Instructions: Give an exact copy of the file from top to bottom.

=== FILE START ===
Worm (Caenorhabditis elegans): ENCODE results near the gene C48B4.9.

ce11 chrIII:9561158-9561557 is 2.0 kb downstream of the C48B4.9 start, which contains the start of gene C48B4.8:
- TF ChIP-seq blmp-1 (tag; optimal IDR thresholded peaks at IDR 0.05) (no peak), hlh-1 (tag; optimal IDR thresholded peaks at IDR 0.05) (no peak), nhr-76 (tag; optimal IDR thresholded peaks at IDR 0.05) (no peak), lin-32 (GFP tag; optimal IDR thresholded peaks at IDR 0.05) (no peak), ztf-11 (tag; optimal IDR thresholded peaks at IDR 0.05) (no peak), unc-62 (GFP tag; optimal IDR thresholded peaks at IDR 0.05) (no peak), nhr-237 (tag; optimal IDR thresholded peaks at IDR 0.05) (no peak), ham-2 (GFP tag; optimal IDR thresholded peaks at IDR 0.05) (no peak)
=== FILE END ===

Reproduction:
Worm (Caenorhabditis elegans): ENCODE results near the gene C48B4.9.

ce11 chrIII:9561158-9561557 is 2.0 kb downstream of the C48B4.9 start, which contains the start of gene C48B4.8:
- TF ChIP-seq blmp-1 (tag; optimal IDR thresholded peaks at IDR 0.05) (no peak), hlh-1 (tag; optimal IDR thresholded peaks at IDR 0.05) (no peak), nhr-76 (tag; optimal IDR thresholded peaks at IDR 0.05) (no peak), lin-32 (GFP tag; optimal IDR thresholded peaks at IDR 0.05) (no peak), ztf-11 (tag; optimal IDR thresholded peaks at IDR 0.05) (no peak), unc-62 (GFP tag; optimal IDR thresholded peaks at IDR 0.05) (no peak), nhr-237 (tag; optimal IDR thresholded peaks at IDR 0.05) (no peak), ham-2 (GFP tag; optimal IDR thresholded peaks at IDR 0.05) (no peak)